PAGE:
This Publisher was Victim of a Ransomware Attack: How They Minimized the Impact and 3 Lessons You Can Apply

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From 2021 to 2022, ransomware attacks by hackers increased 13 percent, according to the Verizon Data Breach Investigations Report (DBIR), an increase larger than the previous five years combined. In 2014, Google researchers reported that “21 of the top-25 news organizations in the world have been targeted by hackers” (largely by state actors), a number that has almost certainly increased in the past eight years.

While large corporate and government hacks tend to generate the most attention, smaller organizations are at risk as well. In June 2022, a local, independently-owned publisher (who requested to remain anonymous) found its servers had been hacked and held ransom.

The publisher learned at 3:00 am local time that a hacker had broken in to one of their systems, looked at what files were accessible, and then locked the system, leaving a ransom note. The publisher found the ransom note when they accessed the system while attempting to solve a different print production issue. By 4:00 am local time, the publishers had notified their insurance provider, retained a lawyer and contacted the FBI.

With their legal and insurance team in place, the publisher began its response on two tracks. The first step was to contact the hacker directly. Since paying ransoms is technically illegal, their insurer had to get approval for any payments, and they were advised to set a ceiling for what they would pay and to not respond to the hacker right away, so that they might extend the timeline. On a parallel track, their internal teams were working to rebuild systems and find backups, to determine whether they would need the ransomed information at all.

It took approximately two weeks, but the publisher determined an estimate of the value of what was lost and made the hacker a counter-offer at an insurer-approved amount. When it was rejected, the publisher chose to walk away from what was lost, confident they had made the best decision without paying the original ransom amount. This was reinforced as the publisher learned that decryption keys, the information that hackers typically offer in return for their payment, don’t always work, and there is the risk of data loss even for those who pay off the hackers.

Overall, the publisher sees this as a success for three reasons:

1.)  They had a plan: They previously had a conversation on this topic with another publisher in their region, which had led them to set up a process in the event of a hack.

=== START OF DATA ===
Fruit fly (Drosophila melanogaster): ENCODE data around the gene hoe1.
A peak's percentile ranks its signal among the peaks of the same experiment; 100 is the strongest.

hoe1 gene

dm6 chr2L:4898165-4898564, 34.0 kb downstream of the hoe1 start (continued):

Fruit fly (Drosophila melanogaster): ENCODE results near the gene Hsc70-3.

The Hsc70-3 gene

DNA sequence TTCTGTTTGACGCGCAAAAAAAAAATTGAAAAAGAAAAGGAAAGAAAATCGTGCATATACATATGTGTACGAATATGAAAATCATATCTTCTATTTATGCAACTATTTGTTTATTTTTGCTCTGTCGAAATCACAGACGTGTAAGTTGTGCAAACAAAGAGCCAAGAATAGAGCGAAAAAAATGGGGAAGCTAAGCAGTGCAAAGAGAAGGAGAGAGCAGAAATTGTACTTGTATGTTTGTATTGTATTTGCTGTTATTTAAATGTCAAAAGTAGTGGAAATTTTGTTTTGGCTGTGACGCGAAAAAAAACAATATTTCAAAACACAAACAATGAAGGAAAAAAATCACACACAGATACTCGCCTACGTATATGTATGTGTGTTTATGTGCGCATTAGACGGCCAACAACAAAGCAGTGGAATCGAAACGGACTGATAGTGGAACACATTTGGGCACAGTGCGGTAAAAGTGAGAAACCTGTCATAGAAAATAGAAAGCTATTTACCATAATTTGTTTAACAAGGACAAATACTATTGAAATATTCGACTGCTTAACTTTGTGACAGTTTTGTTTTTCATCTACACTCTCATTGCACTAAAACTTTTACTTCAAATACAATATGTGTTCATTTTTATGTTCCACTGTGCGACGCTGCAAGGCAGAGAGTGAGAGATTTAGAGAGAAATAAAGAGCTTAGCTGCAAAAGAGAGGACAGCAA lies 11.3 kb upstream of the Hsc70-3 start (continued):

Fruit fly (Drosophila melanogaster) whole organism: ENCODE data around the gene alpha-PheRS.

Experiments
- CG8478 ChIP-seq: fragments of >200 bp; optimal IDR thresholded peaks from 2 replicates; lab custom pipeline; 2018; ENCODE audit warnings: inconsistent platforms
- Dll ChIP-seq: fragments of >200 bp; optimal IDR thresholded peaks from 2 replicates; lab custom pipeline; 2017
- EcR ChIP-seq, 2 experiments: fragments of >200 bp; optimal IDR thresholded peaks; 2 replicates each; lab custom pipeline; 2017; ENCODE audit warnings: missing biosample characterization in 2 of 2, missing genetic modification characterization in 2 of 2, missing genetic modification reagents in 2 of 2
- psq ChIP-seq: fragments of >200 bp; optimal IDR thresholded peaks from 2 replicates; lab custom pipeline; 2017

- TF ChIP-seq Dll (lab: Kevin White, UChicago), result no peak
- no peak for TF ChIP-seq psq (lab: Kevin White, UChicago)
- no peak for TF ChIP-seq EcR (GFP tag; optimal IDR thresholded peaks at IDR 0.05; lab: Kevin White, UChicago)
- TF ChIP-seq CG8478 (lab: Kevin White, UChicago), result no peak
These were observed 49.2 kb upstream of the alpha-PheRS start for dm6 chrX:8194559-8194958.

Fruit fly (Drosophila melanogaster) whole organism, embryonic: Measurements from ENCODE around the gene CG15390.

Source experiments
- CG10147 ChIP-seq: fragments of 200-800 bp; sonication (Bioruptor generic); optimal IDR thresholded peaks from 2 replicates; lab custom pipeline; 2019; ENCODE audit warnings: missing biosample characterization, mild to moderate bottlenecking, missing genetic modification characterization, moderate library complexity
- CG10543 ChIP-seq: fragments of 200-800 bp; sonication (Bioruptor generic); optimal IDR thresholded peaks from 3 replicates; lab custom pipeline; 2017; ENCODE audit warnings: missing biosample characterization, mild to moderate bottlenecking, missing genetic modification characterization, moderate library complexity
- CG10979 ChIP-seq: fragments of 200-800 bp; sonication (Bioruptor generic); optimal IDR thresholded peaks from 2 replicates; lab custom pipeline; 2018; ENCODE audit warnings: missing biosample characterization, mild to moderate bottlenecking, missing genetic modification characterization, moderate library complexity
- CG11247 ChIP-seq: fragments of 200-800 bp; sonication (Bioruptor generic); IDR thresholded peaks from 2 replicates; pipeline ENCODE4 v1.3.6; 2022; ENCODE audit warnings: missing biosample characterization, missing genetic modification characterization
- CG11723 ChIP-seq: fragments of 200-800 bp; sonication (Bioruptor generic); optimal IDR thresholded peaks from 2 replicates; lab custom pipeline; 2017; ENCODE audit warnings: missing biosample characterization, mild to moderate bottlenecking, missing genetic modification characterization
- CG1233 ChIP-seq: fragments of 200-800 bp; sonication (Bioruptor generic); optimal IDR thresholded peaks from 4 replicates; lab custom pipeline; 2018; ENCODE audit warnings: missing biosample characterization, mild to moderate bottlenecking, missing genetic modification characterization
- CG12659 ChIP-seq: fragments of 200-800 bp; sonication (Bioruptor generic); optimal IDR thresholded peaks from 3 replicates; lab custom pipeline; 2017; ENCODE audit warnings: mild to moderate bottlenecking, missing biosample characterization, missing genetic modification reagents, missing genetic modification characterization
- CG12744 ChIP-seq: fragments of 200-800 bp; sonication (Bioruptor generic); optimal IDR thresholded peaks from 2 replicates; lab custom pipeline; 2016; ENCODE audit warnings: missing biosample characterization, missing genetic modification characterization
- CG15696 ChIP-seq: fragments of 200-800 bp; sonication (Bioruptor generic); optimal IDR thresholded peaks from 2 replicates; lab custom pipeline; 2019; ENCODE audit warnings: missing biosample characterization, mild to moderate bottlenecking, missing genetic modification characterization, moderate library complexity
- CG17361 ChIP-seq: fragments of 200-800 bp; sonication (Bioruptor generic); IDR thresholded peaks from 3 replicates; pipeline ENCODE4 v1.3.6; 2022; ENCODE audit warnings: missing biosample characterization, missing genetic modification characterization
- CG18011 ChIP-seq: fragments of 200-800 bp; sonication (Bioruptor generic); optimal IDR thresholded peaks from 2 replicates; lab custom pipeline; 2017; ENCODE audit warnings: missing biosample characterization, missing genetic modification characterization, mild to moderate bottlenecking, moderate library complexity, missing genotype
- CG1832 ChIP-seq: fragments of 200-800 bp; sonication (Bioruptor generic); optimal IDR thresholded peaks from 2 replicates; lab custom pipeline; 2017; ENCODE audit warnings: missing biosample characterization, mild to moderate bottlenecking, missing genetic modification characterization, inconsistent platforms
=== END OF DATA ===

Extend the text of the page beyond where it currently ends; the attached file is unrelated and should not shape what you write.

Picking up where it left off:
2.)  As part of that plan, they had cyber insurance that specifically covered ransomware attacks and a provider that could advise them on what to do, which included installing monitoring software throughout the organization’s computers and making changes to information security, such as requiring more complicated passwords.

3.)  Because they had a plan, they were able to take a step back and proceed “like it was 1975,” as the publisher said, until all their systems were back up and running safely. Any work that could be done offline, was done offline.

Additionally, the publisher also learned that some of their internal processes, while not to blame for the attack, impacted how they were able to respond to it. For instance, the publisher stored some archives in physical servers that were then locked by the hacker, rather than utilizing cloud storage, which is controlled by a third-party that can provide necessary access. Additionally, the publisher’s regular data backup schedule meant that the hacker’s malware reached their internal servers more quickly than it might have otherwise. The publisher is now reconsidering how frequently to back up their data.

The publisher said that hacks of this nature are “a criminal enterprise that works because it’s done in silence.” They believe in talking candidly about what they learned and how other organizations can prepare in advance for the possibility of a ransomware attack.

The publisher offered three pieces of advice for companies thinking about their risk:

1.)  Do not assume your company is too small for hackers to pay attention to.

2.)  Make a plan – Know how to contact your lawyer, insurance provider, and law enforcement, so you can determine what to do at each stage of the process.

3.)  Consider whether your IT policies increase your vulnerability to being hacked and work to resolve them in advance.

No company is immune to the threat of ransom attacks, but as this experience shows, forward-thinking organizations can take smart steps to mitigate their effects and continue with minimal interruptions.


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